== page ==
HERE TEXT IN FRENCH :
There was once a deleterious era, which attacked free and sane beings. A time when a great photographer was found « suicidal » in his home, without finding fault with it. Olivier Mathieu, in « The Portrait of Dawn Dunlap » (a book published by his friend Jean-Pierre Fleury) explores in a short nostalgic text the mechanics of memory through the portrait of a muse of David Hamilton.
The names of Dawn Dunlap and David Hamilton are eternally linked. Connected by the immense and unique photographic work of the British but also and especially by the film that this one turned with the girl. We live today an era that likes to mess, preferably with noises, crashes and summary executions.
It all began a few months ago with accusations against the now-eighteen-year-old Hamilton, decades later and without anything other than presumed memories. Charges launched in the midst of the media arena to shed as much of this ink as the contemporary « journalists » know what to do, otherwise celebrate mediocrity, condemn non-conforming thought and destroy reputations without the slightest evidence.
All this ended in the « suicide » of one of the greatest photographers of his time, in total indifference, the media shamefully hovering over the idea that he would not have endured being thus « discovered. » It is certainly not with these box-pressed cardboard press that the case of the Black Dahlia could have been elucidated … but let us pass.
In recent days, Olivier Mathieu has published a magnificent text devoted to Dawn Dunlap, the young model of the late 1970s that Hamilton has so subtly fixed on film. He also directed a number of films in the 1980s (described as « erotic » by official notups, for example, when it was necessary to talk about initiation works). Produces a work of unquestionable originality and timelessness. And if it is true that one can recognize a great artist in his style, then Hamilton is a very great one.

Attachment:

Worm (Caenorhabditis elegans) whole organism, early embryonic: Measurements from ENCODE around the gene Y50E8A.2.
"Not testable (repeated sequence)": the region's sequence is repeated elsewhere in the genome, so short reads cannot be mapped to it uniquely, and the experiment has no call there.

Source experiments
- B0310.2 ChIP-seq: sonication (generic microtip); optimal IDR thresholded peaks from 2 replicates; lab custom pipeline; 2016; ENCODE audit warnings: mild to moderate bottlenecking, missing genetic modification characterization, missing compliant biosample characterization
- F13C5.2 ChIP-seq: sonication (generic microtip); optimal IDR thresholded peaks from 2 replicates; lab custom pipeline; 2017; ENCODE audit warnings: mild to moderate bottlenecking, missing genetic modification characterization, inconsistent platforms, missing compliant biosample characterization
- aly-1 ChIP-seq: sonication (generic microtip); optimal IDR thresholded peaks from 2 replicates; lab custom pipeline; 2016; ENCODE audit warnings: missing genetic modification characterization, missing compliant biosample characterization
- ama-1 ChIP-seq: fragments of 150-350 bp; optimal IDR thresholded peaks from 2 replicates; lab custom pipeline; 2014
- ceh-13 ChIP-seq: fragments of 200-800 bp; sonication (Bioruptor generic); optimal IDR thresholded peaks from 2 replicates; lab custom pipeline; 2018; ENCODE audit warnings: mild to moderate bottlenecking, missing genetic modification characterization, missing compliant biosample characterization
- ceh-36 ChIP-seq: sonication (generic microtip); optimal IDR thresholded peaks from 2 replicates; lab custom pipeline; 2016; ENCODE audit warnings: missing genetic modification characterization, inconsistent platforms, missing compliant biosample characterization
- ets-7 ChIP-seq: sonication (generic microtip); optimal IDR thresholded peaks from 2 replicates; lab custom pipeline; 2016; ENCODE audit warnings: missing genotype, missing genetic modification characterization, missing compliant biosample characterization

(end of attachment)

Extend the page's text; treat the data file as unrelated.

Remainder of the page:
While pornography invades all contemporary communication space, that vulgarity is erected as a high form of Art by the media and experts, that music no longer has become, like photography, only a medium destined to selling apartments or mobile packages, a whole decadent world attacked the poetry, the sensuality, the freshness of David Hamilton’s work, under the false pretense that his favorite artistic object was the young girls in flower … Without laughter, have you already consulted the many sites of professional or amateur photographers who rage on Internet? A cluster of ugliness and bad taste devoid of meaning and originality. An era that takes on beautiful things lives its last decades, no doubt.
In his book, Olivier Mathieu admits his fascination with Dawn Dunlap, explores the photographs of Hamilton by deploying, in a synthetic and touching form at the same time, the memories of childhood, adolescence, the first emotions and the loss of Illusions. He sees in passing time, and brings the being closer to its end, a magnificent allegory of beauty that vanishes, so fast, so strong, as a sunset is lost in a minute (the photographers, of which I am, knows that!). David Hamilton is one of those rare artists who knew, wanted, succeeded in immortalizing this virginal sweetness which is exhausted in a few months, at best a few years.
Paying homage to a real artist soiled in his great age, describing a bygone era where freedom and beauty were still pillars of artistic creation but also part of the undisputed common heritage, Olivier Mathieu tears the (diaphanous?) veil of our sinister society and celebrates in some way the need to be nostalgic, so as not to die unhappy … and rude. The very young beauty of Dawn Dunlap, immortalized for ever by Hamilton, set up as a rampart against the decadent ugliness in memory of what was, what was possible, and which must not be forgotten.